Friday, March 16, 2007

Sound-Proofing with Mass-Loaded Vinyl

Is your old house noisy too? I'm not just talking squeaks and creaks in the floorboards- we're used to those. I'm talking about being able to hear a whispered conversation through the walls. Or floors. Which is not so much a problem for just Sean and I- but wethinks that when we have someone renting out the basement, we want a wee bit more privacy.
So, I started looking in to how to do some sound-proofing.
The solution: Mass-loaded vinyl attached to the ceiling. What the heck is mass-loaded vinyl anyway?
Well, let's do some word-deconstruction here.

Vinyl: Any of various typically tough, flexible, shiny plastics, often used for coverings and clothing- and especially records.

Mass: A property of matter equal to the measure of an object's resistance to changes in either the speed or direction of its motion. The mass of an object is not dependent on gravity and therefore is different from but proportional to its weight.

Mass+Loaded+Vinyl: Very very VERY heavy flexible vinyl (b/c it's loaded with lots of mass, apparently). That's the laywoman's explanation.

Ok, end of physics lesson. (More info on the product here.)
The real story here is that, after a bit of internet research, we (read: I) decided that MLV was the optimal solution. One sheet of it, under drywall, can give a wall an Sound Transmisson Class of 51- which is apparently pretty darn good. Sean looked at my research and agreed, and then he went to go pick up our order. Good thing he took his brother and a heavy-duty truck. They told us it was heavy, but we didn't realize how heavy. About 200 lbs. for a 200 sqft roll.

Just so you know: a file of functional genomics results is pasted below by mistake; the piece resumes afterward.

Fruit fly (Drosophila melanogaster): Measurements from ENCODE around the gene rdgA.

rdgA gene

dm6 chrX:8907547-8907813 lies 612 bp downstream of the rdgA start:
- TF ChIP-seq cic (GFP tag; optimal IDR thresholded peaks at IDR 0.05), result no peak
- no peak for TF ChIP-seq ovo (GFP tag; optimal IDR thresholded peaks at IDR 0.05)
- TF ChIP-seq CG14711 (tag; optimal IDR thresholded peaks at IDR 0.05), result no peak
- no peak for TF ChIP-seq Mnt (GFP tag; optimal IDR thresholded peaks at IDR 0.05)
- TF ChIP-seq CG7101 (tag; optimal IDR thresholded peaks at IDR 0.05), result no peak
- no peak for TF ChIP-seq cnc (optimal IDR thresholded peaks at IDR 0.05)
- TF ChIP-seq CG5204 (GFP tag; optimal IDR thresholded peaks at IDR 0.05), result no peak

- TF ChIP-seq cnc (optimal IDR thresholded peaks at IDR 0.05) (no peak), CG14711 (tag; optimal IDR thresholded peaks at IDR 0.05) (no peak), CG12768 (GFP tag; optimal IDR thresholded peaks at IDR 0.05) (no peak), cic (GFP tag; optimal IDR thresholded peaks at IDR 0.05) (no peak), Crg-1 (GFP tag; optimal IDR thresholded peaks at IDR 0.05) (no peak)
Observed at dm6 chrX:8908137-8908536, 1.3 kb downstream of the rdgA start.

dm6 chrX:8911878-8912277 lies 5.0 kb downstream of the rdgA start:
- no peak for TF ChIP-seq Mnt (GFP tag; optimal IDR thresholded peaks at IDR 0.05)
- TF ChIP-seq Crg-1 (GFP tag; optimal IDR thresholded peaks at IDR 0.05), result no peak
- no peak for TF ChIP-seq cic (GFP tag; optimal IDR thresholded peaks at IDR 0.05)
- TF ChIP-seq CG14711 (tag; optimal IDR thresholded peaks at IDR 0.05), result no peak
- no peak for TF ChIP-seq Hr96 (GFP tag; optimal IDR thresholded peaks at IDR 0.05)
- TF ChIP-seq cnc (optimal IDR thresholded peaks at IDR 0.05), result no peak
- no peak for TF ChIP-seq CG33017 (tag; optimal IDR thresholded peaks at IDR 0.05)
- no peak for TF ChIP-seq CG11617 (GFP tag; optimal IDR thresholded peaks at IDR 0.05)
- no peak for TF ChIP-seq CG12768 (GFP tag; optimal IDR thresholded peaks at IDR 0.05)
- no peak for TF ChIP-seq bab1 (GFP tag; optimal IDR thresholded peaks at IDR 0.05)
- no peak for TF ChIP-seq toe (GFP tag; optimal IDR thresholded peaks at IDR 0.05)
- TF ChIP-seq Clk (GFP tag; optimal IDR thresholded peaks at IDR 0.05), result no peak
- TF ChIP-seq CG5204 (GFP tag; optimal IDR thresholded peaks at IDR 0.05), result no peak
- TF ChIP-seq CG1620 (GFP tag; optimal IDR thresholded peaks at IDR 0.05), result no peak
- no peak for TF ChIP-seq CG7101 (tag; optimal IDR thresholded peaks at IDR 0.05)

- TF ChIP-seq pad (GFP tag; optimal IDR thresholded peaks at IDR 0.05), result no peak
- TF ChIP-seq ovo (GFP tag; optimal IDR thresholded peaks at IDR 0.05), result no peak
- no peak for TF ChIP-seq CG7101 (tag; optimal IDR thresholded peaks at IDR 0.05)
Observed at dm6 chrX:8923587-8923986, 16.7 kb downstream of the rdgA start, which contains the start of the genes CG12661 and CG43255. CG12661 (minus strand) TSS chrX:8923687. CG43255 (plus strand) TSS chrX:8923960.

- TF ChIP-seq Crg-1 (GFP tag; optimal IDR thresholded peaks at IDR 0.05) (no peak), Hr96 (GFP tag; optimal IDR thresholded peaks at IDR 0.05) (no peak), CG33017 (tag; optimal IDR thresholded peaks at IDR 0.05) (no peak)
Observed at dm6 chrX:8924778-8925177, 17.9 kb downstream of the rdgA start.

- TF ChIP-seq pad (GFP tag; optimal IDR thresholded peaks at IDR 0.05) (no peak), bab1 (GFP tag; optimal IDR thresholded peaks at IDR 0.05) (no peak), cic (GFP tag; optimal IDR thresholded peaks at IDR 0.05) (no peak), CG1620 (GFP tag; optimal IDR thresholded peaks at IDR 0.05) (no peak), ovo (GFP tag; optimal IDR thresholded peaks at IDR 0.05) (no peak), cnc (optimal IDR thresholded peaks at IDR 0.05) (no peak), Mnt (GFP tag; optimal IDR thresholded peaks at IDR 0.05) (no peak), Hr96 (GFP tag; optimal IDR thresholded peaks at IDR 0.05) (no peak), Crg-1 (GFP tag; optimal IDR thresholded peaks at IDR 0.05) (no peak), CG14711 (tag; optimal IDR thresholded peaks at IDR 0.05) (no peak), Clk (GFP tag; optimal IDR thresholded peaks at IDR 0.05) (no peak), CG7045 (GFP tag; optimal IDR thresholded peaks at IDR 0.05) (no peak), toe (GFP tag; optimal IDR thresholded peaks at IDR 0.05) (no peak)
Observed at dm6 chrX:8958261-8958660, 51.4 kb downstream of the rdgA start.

So they brought it home.
They lugged it down the stairs.
And then they looked up and asked: How the heck are we going to get this heavy stuff up on the CEILING?!?

See, everything I read about installation suggested installing it under floors. That would make sense if we were re-doing a floor, but we aren't. We have access to basement ceilings, and we aren't about to tear up the hardwood upstairs. The gentleman I spoke to assured me that this type of installation would work- but it would require more manpower. More manpower, indeed.

After we did the kitchen ceiling with a makeshift lift made out of 2x4's, we decided we need to rent a drywall panel lifter for the big room. I had enough of holding up heavy, clumsy vinyl with my head and arms while Sean wielded the drill as quickly as possible. (And he had enough of me yelling "Hurry- umm, hurry, my arms are going to FALLLLLLL OOOOOFFFFFFFF!")

About the product: everything I've read about it sounds great. So far, we think it will make a really big difference. Keep your ears open, and when we're done, I'll post an update for you.


Brooklyn Row House said...

One of the recording studios I built had 1/8" sheet lead sandwiched between double layers of 5/8" drywall. We picked it up from a radiology supplier. It's the same stuff they use is X-Ray suites. That was a fun job (not).

Peter said...

Excellent article on soundproofing.
Drywall and mass loaded vinyl are good soundproofing materials.
I have heard of soundproofing drywall called Quietrock. It has more mass and damping capabilities and provides a higher STC.
To completely reduce and eliminate the level of noise in the room, seal all areas where noise may enter with soundproof windows and doors. Acoustical caulk is very important to seal all the gaps.